# Gravitation, neutron starlooks simple

1. Jan 13, 2004

### rdn98

A neutron star is formed when a star has burned all its nuclear fuel and begins to collapse in upon itself. It then packs roughly the mass of our Sun into a region with the same radius as that of a small city while continuing to spin at very rapid rate. Lets say you have a neutron star with a radius of 13 km and rotational velocity of 103 rotations per minute.

---------------------------------------------------------------------a) What is must be the minimum mass so that the material on its surface remains in place?

First thing I did was convert rotational velocity to translational velocity.
so (103 rev/min)(2pi/1rev)(1min/60secs)*13000m= A (lets just keep it simple for now)

Well, I want the minimum mass, so I looked into the gravitatin chapter, and the only thing that pops out at me is the escape speed formula

v=sqrt(2*G*M/R)
where G is the gravitation constant
M is my variable

So I plugged in my velocity, and solved for M, but its not working out right. Am I missing something here, or am I on the right track? *sigh* Too much time wasted on this problem..lol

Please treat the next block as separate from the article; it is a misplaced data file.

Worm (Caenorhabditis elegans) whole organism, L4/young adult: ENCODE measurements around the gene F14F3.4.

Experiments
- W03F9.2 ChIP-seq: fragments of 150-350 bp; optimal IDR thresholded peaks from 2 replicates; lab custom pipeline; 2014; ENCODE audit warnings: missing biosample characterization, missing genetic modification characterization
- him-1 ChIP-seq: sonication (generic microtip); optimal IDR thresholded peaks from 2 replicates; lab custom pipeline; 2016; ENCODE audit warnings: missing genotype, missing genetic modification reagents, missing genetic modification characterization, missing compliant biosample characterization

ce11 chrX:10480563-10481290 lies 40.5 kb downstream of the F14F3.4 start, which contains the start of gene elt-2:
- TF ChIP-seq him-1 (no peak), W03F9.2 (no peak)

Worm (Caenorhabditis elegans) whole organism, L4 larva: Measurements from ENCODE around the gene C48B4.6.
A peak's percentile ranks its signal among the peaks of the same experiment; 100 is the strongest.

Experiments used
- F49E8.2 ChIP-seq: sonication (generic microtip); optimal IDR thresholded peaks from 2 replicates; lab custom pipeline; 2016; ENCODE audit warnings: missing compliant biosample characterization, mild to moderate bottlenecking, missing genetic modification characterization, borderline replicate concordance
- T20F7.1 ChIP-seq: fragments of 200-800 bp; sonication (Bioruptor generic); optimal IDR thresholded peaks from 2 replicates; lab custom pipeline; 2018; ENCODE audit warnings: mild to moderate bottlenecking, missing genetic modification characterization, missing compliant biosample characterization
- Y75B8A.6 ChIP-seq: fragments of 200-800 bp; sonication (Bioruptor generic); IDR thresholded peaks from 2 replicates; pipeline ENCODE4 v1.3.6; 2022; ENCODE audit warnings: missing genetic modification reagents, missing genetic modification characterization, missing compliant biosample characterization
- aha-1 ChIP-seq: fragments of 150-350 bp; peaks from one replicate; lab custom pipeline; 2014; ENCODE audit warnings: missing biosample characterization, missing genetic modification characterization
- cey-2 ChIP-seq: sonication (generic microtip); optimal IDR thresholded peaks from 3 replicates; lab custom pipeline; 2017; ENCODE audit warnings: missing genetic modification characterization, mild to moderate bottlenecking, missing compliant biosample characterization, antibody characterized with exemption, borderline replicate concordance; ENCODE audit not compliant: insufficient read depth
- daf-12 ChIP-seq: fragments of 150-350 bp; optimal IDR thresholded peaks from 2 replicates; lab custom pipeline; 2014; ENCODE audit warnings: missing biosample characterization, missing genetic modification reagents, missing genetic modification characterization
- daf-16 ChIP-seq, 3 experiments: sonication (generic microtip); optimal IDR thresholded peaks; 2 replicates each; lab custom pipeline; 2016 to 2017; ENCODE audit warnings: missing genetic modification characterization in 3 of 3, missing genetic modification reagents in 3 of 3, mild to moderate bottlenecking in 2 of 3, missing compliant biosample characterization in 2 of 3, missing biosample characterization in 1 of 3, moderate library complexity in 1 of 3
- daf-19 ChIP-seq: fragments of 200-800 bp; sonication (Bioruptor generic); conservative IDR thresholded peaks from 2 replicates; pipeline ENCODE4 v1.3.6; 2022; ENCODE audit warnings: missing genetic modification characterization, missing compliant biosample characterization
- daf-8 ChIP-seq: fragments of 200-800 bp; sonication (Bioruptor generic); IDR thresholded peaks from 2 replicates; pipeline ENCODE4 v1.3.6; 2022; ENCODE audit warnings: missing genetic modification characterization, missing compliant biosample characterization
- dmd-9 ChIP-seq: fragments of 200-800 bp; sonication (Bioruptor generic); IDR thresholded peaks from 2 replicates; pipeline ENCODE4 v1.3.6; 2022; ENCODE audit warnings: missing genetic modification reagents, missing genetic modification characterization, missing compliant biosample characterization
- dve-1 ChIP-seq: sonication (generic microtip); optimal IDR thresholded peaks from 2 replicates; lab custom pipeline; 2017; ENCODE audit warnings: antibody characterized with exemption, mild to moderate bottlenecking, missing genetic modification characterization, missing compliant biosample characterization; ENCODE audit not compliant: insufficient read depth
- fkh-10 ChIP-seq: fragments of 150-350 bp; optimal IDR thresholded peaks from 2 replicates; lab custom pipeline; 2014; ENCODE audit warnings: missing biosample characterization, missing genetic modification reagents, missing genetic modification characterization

2. Jan 13, 2004

### jamesrc

You should be trying to set the gravitational attraction between a test mass on the surface of the planet and the planet equal to the centripetal force of that test mass given the rotational velocity of the planet.

3. Jan 14, 2004

### rdn98

Sorry, you lost me for a second.

Are you saying setup the gravitation attaction equation equal to the centripetal force equation?

So (G*Me*m)/R^2=Me*v^2/R ?

4. Jan 14, 2004

### jamesrc

Not quite. I was thinking you should set

$$\frac{GmM_n}{R^2} = \frac{mv^2}{R} = m\omega^2R$$

and solve for Mn, the mass of the neutron star. This applies to a mass on the equator of the star.

5. Jan 14, 2004

### rdn98

Thank you so much man. I figured it out. Now I can rest easily.